cover image The Waiter

The Waiter

Matias Faldbakken, trans. from the Norwegian by Alice Menzies. Scout, $26 (256p) ISBN 978-1-5011-9752-9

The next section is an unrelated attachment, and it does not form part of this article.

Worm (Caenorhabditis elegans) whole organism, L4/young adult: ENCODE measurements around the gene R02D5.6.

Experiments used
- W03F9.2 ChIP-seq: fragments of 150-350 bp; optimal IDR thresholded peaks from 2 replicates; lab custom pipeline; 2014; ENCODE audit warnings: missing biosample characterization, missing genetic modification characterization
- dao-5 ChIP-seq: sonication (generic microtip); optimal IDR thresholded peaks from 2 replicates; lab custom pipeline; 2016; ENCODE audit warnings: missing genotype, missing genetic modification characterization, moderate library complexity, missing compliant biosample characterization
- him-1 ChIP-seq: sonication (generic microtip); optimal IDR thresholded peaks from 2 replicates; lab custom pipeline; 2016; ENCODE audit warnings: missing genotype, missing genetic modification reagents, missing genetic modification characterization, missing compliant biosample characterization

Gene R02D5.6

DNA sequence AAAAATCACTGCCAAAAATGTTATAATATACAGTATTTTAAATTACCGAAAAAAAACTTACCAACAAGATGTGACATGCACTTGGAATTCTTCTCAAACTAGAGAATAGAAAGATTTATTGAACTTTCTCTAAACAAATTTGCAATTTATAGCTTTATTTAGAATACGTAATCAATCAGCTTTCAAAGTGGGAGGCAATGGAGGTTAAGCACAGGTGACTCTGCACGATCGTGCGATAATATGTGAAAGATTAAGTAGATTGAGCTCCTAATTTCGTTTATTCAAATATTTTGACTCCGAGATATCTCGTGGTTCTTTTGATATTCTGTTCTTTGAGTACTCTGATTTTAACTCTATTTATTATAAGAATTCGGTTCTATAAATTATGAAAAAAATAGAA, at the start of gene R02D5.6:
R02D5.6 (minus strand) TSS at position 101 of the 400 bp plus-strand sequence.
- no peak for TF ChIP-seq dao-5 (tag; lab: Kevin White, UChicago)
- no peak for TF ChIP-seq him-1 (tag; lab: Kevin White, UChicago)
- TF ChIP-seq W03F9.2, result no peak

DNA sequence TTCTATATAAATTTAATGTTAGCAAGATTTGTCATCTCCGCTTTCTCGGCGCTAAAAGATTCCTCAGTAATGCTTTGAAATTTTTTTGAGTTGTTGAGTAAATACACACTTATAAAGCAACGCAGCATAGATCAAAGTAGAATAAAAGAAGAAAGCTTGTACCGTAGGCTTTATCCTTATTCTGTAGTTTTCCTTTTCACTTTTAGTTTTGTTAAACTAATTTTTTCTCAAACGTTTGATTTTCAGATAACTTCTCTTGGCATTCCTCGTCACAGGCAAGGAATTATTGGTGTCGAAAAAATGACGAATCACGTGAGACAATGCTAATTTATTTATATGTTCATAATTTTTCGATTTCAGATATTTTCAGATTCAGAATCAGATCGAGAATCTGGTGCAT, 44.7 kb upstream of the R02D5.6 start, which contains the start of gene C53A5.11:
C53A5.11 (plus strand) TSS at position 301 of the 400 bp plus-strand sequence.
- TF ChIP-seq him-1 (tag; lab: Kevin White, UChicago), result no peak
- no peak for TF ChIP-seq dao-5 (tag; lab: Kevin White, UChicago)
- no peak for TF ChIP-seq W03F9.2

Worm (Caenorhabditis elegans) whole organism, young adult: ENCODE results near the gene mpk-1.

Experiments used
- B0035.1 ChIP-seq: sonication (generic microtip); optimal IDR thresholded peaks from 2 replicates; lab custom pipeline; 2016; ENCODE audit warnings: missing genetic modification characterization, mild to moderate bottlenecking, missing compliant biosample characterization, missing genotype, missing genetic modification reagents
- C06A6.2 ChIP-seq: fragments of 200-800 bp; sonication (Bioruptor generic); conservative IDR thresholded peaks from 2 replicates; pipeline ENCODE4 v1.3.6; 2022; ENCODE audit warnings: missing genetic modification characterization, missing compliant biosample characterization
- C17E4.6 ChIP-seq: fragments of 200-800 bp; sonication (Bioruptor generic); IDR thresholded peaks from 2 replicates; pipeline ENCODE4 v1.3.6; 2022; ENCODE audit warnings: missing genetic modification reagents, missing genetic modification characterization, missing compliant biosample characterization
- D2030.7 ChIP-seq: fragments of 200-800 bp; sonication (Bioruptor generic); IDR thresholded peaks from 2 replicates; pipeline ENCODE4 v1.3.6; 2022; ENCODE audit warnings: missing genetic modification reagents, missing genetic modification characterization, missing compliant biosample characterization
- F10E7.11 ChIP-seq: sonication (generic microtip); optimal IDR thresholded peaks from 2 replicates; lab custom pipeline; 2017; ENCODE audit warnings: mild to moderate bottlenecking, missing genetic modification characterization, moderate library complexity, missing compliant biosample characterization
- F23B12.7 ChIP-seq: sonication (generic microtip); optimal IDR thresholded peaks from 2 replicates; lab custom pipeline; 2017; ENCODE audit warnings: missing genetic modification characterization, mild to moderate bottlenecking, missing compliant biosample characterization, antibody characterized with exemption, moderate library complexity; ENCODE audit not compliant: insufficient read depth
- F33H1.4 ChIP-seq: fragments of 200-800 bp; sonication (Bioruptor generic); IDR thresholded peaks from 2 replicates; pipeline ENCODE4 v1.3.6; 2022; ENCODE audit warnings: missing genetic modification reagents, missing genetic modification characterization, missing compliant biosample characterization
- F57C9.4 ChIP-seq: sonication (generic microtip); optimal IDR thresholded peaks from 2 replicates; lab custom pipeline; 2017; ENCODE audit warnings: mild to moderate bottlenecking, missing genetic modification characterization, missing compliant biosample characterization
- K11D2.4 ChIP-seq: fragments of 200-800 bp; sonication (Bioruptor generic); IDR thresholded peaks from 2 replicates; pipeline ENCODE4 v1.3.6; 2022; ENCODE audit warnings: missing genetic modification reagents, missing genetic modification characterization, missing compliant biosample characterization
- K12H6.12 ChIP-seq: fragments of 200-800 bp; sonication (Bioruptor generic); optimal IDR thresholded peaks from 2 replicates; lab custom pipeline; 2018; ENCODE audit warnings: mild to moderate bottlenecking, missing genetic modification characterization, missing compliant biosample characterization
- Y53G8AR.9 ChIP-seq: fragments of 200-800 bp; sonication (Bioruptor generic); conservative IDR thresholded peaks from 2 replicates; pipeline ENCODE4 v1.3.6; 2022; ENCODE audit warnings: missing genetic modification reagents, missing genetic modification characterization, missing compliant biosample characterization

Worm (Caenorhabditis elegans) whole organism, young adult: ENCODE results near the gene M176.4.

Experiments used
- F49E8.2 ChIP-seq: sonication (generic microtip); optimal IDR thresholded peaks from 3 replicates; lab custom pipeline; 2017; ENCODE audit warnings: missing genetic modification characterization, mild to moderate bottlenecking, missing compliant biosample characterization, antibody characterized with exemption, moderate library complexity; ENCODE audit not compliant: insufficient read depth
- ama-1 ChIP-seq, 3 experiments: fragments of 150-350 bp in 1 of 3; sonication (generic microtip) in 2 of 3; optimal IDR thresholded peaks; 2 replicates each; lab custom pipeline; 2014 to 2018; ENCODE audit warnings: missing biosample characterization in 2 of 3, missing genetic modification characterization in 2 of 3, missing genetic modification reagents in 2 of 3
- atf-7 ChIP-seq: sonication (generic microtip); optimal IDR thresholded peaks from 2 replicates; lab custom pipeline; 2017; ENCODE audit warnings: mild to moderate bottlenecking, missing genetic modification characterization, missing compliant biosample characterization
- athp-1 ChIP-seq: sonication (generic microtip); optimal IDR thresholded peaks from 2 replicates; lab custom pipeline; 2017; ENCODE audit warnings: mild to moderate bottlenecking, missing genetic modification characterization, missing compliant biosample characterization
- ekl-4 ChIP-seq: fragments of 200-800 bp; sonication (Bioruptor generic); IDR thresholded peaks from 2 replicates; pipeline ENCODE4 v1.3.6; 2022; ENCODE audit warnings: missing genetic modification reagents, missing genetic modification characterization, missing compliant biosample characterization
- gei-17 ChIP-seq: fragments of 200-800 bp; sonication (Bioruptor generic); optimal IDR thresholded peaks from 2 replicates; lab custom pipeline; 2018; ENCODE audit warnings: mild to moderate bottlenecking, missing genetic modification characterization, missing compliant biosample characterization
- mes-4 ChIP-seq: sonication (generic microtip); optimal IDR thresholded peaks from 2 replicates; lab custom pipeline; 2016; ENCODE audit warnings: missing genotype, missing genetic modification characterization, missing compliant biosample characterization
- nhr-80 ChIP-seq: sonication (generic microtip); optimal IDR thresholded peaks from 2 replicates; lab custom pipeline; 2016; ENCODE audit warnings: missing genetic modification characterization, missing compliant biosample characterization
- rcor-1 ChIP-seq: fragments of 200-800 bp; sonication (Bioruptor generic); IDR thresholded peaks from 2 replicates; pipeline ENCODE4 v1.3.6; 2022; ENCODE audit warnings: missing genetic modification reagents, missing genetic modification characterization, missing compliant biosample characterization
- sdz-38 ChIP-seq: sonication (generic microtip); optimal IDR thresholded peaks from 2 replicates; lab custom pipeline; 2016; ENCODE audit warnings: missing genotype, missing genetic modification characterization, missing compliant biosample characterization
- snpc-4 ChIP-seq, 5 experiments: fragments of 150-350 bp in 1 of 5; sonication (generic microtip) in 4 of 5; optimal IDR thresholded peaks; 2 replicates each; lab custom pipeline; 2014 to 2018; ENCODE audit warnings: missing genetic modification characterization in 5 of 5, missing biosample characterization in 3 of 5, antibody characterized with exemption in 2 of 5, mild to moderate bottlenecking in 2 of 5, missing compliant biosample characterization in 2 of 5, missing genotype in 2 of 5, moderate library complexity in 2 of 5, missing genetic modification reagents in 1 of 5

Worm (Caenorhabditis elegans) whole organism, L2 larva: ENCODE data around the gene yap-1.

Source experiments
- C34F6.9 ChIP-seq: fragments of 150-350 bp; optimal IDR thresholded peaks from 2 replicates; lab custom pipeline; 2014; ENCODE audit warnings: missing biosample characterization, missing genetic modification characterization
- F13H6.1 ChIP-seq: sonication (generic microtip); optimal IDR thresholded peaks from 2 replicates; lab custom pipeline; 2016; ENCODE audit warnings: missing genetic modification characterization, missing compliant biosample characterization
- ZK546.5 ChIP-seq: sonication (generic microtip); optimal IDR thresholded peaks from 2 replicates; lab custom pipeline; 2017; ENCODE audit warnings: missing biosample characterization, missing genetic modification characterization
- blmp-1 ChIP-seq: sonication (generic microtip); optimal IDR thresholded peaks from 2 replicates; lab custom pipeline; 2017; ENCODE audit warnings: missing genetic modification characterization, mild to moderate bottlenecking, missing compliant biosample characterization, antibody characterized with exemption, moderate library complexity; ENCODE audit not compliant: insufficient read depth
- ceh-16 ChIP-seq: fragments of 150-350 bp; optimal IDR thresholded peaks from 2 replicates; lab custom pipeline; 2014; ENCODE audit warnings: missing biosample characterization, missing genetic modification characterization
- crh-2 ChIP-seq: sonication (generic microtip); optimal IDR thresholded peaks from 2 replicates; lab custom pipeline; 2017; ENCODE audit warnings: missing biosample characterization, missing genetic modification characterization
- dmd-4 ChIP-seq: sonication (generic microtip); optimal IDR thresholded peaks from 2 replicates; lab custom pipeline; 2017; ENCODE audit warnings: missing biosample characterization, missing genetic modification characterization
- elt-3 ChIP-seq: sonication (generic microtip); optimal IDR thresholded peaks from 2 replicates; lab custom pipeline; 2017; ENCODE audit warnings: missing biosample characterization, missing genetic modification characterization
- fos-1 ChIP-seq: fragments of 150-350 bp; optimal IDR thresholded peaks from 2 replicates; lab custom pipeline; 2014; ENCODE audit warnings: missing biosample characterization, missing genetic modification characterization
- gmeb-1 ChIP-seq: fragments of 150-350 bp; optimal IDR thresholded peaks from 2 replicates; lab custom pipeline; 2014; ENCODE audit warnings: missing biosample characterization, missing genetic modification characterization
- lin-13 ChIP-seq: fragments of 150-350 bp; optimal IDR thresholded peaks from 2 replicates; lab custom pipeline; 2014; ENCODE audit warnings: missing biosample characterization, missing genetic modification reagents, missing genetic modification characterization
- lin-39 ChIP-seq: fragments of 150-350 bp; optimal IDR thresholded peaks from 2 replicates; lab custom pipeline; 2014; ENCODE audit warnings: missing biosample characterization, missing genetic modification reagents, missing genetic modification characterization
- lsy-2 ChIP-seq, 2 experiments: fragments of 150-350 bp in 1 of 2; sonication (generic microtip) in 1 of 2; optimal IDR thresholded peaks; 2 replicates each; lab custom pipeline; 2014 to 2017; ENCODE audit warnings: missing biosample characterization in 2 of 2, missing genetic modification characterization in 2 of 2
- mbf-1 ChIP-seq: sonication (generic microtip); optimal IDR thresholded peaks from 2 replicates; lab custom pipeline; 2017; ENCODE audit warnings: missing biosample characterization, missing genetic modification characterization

Faldbakken’s English-language debut is an ambitious, contained story set entirely in a grand old restaurant in Oslo called The Hills, narrated by a seasoned waiter over the course of a few gorgeous meals. The waiter and others on the staff—the nosy bar manager mixing drinks, the snooty maitre d’ sneaking drinks, the silent chef—find themselves ever more scandalized by the uncharacteristic behavior of their usually impeccably mannered clientele (one even takes out his phone) after a beautiful young woman joins the intimate setting. The waiter becomes so unsettled by the disruption of his establishment’s quotidian rituals that he finds himself in the kitchen smashing all the chef’s cherry tomatoes in the garlic press. He is almost completely undone when another patron asks to leave his daughter at the restaurant while he goes on a day trip, but the waiter musters enormous kindness by entertaining the child with an unusual-looking cauliflower. The story is absurd—when the scents of two diners mix, it is “equivalent to the miracle of mayonnaise... something completely new and special occurs between them”—about nothing, and everything. Faldbakken’s story vandalizes the old world the restaurant represents by revealing its inanities, while at the same time eulogizing it by making it his subject, resulting in a clever, striking novel. (Oct.)